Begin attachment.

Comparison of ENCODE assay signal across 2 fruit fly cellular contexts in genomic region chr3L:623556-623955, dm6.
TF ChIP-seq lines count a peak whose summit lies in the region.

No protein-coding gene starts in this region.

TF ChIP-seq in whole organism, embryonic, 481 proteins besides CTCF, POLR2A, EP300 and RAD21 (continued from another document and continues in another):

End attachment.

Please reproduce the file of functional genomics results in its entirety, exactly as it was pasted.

Comparison of ENCODE assay signal across 2 fruit fly cellular contexts in genomic region chr3L:623556-623955, dm6.
TF ChIP-seq lines count a peak whose summit lies in the region.

No protein-coding gene starts in this region.

TF ChIP-seq in whole organism, embryonic, 481 proteins besides CTCF, POLR2A, EP300 and RAD21 (continued from another document and continues in another):